Between fiscal 2005 and 2015, plaintiffs filed 141 deadline suits against FWS and NMFS, involving 1,441 species. More than half the lawsuits came from two groups: the Center for Biological Diversity and WildEarth Guardians.
CBD pointed out that the report shows that the number of lawsuits filed has declined since 2011, when FWS agreed to consider listing more than 250 species over five years. The group also emphasized that some imperiled species wait years for protection.  "Lawsuits have targeted species that in many cases have been waiting decades for protection and ensured they at least get a decision about that protection," said Noah Greenwald, endangered species director at CBD. "The Fish and Wildlife Service, however, has still largely determined the priorities for which species get protection, and in no cases have settlements determined the outcome of decisions or cut industry or states out of the process. This is clear from the GAO’s report."  The agencies negotiated settlements for 72 percent of the lawsuits, while 22 percent were dismissed voluntarily because actions were completed.  Only nine lawsuits — all involving FWS — were resolved by court order, according to the report. The court dismissed six of them.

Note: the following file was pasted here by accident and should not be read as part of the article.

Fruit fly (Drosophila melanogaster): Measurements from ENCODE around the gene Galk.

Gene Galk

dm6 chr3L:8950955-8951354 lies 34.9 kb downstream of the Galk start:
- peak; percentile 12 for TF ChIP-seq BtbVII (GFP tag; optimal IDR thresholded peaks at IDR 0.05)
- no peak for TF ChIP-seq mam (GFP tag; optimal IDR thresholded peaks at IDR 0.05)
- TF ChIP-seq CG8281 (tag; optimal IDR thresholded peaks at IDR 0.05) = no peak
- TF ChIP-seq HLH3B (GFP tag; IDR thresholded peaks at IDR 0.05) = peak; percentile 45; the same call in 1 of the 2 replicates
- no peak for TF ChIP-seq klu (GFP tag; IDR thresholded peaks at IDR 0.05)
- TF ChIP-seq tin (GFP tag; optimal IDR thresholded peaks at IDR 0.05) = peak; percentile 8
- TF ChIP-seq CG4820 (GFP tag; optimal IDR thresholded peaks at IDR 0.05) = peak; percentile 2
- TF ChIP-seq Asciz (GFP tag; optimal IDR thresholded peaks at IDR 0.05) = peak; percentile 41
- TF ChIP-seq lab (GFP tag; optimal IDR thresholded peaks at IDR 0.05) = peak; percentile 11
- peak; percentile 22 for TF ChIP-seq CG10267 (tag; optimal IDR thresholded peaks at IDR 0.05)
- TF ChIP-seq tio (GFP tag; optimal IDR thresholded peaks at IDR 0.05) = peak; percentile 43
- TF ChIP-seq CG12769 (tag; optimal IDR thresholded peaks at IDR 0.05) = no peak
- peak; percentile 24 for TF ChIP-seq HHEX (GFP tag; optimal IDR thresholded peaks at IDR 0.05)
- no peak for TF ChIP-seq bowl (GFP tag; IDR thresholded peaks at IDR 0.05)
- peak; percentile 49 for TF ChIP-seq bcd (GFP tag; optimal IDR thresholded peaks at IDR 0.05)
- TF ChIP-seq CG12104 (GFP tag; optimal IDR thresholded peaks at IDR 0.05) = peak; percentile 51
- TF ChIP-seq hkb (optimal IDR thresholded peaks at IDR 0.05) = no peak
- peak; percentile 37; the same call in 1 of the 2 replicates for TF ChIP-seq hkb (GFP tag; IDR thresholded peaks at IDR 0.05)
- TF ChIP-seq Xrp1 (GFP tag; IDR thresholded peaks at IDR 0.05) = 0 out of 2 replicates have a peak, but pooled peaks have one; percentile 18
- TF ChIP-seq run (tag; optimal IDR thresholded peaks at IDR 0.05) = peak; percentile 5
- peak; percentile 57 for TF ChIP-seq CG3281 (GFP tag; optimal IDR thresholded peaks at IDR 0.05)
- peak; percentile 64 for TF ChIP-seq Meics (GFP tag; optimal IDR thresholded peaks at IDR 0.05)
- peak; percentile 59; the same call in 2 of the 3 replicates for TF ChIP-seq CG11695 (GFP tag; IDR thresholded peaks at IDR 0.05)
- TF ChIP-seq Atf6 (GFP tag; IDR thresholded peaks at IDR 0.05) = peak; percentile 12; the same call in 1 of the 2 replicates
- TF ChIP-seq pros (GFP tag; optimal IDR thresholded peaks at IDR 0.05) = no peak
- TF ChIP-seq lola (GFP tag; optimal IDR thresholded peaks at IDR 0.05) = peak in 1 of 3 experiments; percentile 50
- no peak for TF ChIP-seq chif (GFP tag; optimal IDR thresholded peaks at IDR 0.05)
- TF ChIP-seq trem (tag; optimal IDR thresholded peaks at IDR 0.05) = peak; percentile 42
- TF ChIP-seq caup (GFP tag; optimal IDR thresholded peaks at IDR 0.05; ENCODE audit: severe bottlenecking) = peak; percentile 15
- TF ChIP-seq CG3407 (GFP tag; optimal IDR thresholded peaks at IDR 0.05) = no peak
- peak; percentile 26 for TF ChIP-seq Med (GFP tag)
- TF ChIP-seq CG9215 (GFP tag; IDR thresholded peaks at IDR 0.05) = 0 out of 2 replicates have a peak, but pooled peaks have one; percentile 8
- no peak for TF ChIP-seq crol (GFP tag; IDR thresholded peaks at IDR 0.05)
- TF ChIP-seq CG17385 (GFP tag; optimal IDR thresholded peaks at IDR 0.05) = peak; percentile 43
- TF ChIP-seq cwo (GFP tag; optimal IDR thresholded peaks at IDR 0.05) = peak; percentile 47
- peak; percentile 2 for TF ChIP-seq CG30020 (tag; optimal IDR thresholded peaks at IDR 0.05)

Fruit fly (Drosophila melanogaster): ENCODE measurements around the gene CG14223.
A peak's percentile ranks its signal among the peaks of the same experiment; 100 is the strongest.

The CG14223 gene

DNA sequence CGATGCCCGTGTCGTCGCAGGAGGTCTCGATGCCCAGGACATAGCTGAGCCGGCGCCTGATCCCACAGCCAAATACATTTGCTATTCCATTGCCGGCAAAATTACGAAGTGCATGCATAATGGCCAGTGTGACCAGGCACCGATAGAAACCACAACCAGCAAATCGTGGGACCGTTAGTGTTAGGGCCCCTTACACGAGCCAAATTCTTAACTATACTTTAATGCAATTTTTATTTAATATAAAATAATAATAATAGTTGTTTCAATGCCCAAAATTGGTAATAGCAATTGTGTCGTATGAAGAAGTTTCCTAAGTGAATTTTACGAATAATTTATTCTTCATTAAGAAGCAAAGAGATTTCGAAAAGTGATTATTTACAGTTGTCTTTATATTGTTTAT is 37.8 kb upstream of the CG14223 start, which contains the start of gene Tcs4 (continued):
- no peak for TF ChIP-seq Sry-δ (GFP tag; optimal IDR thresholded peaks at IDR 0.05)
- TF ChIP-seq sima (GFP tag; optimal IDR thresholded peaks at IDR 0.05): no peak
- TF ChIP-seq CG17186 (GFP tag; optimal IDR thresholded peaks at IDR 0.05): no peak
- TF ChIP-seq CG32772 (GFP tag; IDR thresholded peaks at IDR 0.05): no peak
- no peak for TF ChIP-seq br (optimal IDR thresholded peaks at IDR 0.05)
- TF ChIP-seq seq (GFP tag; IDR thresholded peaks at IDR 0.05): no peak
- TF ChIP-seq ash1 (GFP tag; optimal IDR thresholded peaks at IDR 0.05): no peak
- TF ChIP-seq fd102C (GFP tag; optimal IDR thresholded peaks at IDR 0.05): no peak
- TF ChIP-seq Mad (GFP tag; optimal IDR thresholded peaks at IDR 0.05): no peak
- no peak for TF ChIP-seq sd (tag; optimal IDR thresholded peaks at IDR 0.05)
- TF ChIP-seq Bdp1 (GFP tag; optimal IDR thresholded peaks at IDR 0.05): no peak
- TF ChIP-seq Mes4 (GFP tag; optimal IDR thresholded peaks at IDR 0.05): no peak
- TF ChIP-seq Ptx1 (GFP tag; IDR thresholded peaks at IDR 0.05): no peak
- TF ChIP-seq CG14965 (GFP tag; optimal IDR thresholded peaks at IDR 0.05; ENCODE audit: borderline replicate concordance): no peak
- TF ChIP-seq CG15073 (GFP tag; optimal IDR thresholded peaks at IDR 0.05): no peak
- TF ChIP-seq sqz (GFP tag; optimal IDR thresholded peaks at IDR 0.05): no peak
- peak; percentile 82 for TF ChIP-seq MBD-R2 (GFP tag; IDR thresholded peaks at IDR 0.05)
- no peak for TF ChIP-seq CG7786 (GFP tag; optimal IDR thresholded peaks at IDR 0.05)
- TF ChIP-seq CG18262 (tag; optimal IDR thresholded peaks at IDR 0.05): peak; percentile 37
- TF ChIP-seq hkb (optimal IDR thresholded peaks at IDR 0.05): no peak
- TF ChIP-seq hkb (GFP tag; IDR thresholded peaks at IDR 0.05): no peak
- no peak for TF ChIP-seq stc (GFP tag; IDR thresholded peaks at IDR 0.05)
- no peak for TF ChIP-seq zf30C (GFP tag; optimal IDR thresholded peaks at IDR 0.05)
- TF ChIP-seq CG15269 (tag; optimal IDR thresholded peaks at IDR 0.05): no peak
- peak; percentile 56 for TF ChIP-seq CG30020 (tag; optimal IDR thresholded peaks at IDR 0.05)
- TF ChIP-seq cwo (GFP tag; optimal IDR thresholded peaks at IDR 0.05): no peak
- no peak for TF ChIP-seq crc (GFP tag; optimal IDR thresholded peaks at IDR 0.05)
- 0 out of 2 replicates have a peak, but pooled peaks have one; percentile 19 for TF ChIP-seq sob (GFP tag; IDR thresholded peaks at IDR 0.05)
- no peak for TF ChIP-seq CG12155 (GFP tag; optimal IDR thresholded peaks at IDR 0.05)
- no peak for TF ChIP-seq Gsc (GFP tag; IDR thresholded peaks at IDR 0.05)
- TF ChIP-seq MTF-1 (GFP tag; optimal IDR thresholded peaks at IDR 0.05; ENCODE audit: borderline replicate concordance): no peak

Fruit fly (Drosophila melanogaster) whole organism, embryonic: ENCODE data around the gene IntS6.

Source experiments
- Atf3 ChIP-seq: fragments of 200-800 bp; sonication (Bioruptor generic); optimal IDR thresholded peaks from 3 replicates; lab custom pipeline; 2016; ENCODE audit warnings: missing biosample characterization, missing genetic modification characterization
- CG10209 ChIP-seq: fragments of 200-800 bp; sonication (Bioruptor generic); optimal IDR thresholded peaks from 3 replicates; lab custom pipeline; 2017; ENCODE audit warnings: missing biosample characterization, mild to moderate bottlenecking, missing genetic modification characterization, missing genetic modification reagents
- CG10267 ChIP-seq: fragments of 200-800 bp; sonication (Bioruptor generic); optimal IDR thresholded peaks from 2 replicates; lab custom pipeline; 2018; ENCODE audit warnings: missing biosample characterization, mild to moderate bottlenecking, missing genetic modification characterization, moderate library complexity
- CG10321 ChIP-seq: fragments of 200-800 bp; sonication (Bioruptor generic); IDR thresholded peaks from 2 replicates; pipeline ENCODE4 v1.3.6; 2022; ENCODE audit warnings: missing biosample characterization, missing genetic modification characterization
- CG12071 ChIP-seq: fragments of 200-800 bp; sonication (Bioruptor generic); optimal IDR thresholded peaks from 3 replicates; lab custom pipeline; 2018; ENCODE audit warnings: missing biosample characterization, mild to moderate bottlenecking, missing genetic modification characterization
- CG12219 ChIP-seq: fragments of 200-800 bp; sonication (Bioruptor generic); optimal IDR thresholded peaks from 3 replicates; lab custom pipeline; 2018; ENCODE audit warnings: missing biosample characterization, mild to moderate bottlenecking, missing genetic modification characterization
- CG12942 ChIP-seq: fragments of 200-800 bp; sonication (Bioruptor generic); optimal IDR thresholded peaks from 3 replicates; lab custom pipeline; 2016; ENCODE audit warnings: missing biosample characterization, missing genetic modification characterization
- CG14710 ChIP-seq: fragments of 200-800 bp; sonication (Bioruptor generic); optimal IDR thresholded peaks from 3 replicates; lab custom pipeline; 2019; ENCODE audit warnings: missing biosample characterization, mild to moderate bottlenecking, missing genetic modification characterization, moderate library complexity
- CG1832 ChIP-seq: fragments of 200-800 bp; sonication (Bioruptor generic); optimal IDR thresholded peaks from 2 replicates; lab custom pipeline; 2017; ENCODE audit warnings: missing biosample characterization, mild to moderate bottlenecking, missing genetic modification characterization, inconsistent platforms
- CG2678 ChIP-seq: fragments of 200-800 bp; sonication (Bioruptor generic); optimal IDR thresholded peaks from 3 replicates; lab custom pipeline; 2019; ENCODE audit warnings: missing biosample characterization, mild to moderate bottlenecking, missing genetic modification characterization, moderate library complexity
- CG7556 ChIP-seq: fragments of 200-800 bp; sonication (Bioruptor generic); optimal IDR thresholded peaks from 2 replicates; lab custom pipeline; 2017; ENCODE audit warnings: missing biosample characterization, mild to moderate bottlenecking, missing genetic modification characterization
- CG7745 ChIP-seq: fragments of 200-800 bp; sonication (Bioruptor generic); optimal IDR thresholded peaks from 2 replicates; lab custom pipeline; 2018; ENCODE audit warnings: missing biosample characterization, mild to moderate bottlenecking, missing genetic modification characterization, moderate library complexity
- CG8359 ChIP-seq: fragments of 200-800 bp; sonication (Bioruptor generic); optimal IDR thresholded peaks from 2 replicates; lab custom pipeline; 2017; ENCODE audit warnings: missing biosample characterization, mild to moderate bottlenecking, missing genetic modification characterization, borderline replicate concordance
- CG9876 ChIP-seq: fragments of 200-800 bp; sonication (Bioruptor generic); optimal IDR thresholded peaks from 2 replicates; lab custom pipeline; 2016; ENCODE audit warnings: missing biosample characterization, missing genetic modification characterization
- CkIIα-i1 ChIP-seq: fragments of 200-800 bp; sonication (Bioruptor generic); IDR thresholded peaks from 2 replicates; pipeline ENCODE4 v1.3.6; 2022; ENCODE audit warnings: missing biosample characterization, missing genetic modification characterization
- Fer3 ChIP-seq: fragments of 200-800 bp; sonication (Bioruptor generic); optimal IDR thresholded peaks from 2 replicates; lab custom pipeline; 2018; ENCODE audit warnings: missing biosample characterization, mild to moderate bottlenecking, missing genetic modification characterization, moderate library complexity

House Natural Resources ranking member Raúl Grijalva (D-Ariz.), who requested the report, said today that the report confirmed that such lawsuits "do not force the government to list species."  "Now it should be clear to everyone that the GOP 'sue and settle' conspiracy theory belongs in the garbage along with its claims of global cooling and massive voter fraud," he said. "Instead of targeting American citizens and the conservation groups that help them hold the government accountable for breaking the law, congressional Republicans should adequately fund species conservation efforts so that agencies can actually meet statutory deadlines." 
But Republicans saw the report differently.  "Litigation is driving ESA decisions and taxpayers are paying millions in attorney's fees to the groups that sue the government on those cases," Parish Braden, spokesman for the Natural Resources Committee, said in an email.  Committee Chairman Rob Bishop (R-Utah) has said the ESA should be repealed and replaced, and Braden reiterated today that ESA was a "broken" policy. He also criticized Grijalva for serving on the advisory board of CBD's Climate Law Institute. The institute aims to wage "legal and public-pressure campaigns" to prevent extinction amid global warming.

Who should pay for beach nourishment?